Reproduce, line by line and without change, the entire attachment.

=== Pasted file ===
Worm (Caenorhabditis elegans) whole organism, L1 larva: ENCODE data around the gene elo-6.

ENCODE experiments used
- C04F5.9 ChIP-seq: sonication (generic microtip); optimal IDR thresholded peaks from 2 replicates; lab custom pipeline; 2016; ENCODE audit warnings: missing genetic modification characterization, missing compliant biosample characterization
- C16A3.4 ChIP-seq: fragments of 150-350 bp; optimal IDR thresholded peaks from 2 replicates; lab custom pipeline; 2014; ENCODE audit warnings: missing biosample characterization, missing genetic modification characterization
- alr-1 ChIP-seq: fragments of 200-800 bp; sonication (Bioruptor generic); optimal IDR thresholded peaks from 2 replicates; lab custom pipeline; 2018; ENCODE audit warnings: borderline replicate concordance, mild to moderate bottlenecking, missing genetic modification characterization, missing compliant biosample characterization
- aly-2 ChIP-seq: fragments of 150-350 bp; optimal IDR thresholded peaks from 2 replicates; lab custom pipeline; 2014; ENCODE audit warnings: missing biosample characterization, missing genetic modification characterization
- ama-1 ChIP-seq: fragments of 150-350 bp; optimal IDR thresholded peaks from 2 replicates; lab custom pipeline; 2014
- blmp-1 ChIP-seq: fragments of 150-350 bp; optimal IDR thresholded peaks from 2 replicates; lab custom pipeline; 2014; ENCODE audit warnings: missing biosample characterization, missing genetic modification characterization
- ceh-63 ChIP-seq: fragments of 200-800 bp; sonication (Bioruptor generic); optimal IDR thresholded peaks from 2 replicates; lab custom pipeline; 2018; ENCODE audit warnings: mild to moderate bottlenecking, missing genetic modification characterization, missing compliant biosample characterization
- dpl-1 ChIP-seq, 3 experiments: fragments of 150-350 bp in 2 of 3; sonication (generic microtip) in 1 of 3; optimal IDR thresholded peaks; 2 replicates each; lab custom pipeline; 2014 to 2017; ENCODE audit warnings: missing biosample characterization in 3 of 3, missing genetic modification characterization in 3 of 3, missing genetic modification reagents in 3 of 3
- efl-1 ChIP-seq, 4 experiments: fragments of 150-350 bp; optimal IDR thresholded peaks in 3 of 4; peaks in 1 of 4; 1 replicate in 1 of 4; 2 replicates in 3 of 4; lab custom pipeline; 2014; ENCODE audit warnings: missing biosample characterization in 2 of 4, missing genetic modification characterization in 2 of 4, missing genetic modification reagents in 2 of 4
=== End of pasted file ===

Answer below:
Worm (Caenorhabditis elegans) whole organism, L1 larva: ENCODE data around the gene elo-6.

ENCODE experiments used
- C04F5.9 ChIP-seq: sonication (generic microtip); optimal IDR thresholded peaks from 2 replicates; lab custom pipeline; 2016; ENCODE audit warnings: missing genetic modification characterization, missing compliant biosample characterization
- C16A3.4 ChIP-seq: fragments of 150-350 bp; optimal IDR thresholded peaks from 2 replicates; lab custom pipeline; 2014; ENCODE audit warnings: missing biosample characterization, missing genetic modification characterization
- alr-1 ChIP-seq: fragments of 200-800 bp; sonication (Bioruptor generic); optimal IDR thresholded peaks from 2 replicates; lab custom pipeline; 2018; ENCODE audit warnings: borderline replicate concordance, mild to moderate bottlenecking, missing genetic modification characterization, missing compliant biosample characterization
- aly-2 ChIP-seq: fragments of 150-350 bp; optimal IDR thresholded peaks from 2 replicates; lab custom pipeline; 2014; ENCODE audit warnings: missing biosample characterization, missing genetic modification characterization
- ama-1 ChIP-seq: fragments of 150-350 bp; optimal IDR thresholded peaks from 2 replicates; lab custom pipeline; 2014
- blmp-1 ChIP-seq: fragments of 150-350 bp; optimal IDR thresholded peaks from 2 replicates; lab custom pipeline; 2014; ENCODE audit warnings: missing biosample characterization, missing genetic modification characterization
- ceh-63 ChIP-seq: fragments of 200-800 bp; sonication (Bioruptor generic); optimal IDR thresholded peaks from 2 replicates; lab custom pipeline; 2018; ENCODE audit warnings: mild to moderate bottlenecking, missing genetic modification characterization, missing compliant biosample characterization
- dpl-1 ChIP-seq, 3 experiments: fragments of 150-350 bp in 2 of 3; sonication (generic microtip) in 1 of 3; optimal IDR thresholded peaks; 2 replicates each; lab custom pipeline; 2014 to 2017; ENCODE audit warnings: missing biosample characterization in 3 of 3, missing genetic modification characterization in 3 of 3, missing genetic modification reagents in 3 of 3
- efl-1 ChIP-seq, 4 experiments: fragments of 150-350 bp; optimal IDR thresholded peaks in 3 of 4; peaks in 1 of 4; 1 replicate in 1 of 4; 2 replicates in 3 of 4; lab custom pipeline; 2014; ENCODE audit warnings: missing biosample characterization in 2 of 4, missing genetic modification characterization in 2 of 4, missing genetic modification reagents in 2 of 4